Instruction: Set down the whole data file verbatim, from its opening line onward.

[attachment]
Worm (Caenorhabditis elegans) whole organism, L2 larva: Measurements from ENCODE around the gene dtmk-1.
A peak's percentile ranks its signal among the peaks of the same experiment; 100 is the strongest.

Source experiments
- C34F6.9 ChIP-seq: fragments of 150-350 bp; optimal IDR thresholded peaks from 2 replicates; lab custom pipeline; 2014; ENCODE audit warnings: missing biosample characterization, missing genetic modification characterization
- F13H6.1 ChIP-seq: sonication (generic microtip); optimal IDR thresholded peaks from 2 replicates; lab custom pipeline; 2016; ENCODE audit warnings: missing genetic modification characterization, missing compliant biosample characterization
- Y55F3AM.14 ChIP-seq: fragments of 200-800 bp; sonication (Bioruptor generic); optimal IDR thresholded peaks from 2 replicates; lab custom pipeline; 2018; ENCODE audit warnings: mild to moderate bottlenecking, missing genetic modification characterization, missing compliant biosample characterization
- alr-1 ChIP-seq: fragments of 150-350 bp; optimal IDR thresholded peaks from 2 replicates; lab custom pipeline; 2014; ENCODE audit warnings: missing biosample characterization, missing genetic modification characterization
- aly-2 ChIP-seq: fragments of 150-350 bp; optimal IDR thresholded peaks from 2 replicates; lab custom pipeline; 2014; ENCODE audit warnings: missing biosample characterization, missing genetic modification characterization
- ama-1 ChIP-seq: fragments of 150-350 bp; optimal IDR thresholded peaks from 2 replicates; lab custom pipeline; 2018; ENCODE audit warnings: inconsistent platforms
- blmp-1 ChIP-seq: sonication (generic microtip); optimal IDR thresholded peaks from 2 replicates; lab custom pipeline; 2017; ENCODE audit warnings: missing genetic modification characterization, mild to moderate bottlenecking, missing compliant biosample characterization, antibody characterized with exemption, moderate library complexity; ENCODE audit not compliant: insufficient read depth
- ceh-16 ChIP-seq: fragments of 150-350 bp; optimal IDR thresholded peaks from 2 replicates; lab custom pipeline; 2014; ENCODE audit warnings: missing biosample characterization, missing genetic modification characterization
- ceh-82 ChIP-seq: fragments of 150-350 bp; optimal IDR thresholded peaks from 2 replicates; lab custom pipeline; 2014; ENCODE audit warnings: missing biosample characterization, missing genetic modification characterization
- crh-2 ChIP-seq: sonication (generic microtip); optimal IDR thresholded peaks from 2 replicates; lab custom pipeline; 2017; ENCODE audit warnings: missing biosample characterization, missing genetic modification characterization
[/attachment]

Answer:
Worm (Caenorhabditis elegans) whole organism, L2 larva: Measurements from ENCODE around the gene dtmk-1.
A peak's percentile ranks its signal among the peaks of the same experiment; 100 is the strongest.

Source experiments
- C34F6.9 ChIP-seq: fragments of 150-350 bp; optimal IDR thresholded peaks from 2 replicates; lab custom pipeline; 2014; ENCODE audit warnings: missing biosample characterization, missing genetic modification characterization
- F13H6.1 ChIP-seq: sonication (generic microtip); optimal IDR thresholded peaks from 2 replicates; lab custom pipeline; 2016; ENCODE audit warnings: missing genetic modification characterization, missing compliant biosample characterization
- Y55F3AM.14 ChIP-seq: fragments of 200-800 bp; sonication (Bioruptor generic); optimal IDR thresholded peaks from 2 replicates; lab custom pipeline; 2018; ENCODE audit warnings: mild to moderate bottlenecking, missing genetic modification characterization, missing compliant biosample characterization
- alr-1 ChIP-seq: fragments of 150-350 bp; optimal IDR thresholded peaks from 2 replicates; lab custom pipeline; 2014; ENCODE audit warnings: missing biosample characterization, missing genetic modification characterization
- aly-2 ChIP-seq: fragments of 150-350 bp; optimal IDR thresholded peaks from 2 replicates; lab custom pipeline; 2014; ENCODE audit warnings: missing biosample characterization, missing genetic modification characterization
- ama-1 ChIP-seq: fragments of 150-350 bp; optimal IDR thresholded peaks from 2 replicates; lab custom pipeline; 2018; ENCODE audit warnings: inconsistent platforms
- blmp-1 ChIP-seq: sonication (generic microtip); optimal IDR thresholded peaks from 2 replicates; lab custom pipeline; 2017; ENCODE audit warnings: missing genetic modification characterization, mild to moderate bottlenecking, missing compliant biosample characterization, antibody characterized with exemption, moderate library complexity; ENCODE audit not compliant: insufficient read depth
- ceh-16 ChIP-seq: fragments of 150-350 bp; optimal IDR thresholded peaks from 2 replicates; lab custom pipeline; 2014; ENCODE audit warnings: missing biosample characterization, missing genetic modification characterization
- ceh-82 ChIP-seq: fragments of 150-350 bp; optimal IDR thresholded peaks from 2 replicates; lab custom pipeline; 2014; ENCODE audit warnings: missing biosample characterization, missing genetic modification characterization
- crh-2 ChIP-seq: sonication (generic microtip); optimal IDR thresholded peaks from 2 replicates; lab custom pipeline; 2017; ENCODE audit warnings: missing biosample characterization, missing genetic modification characterization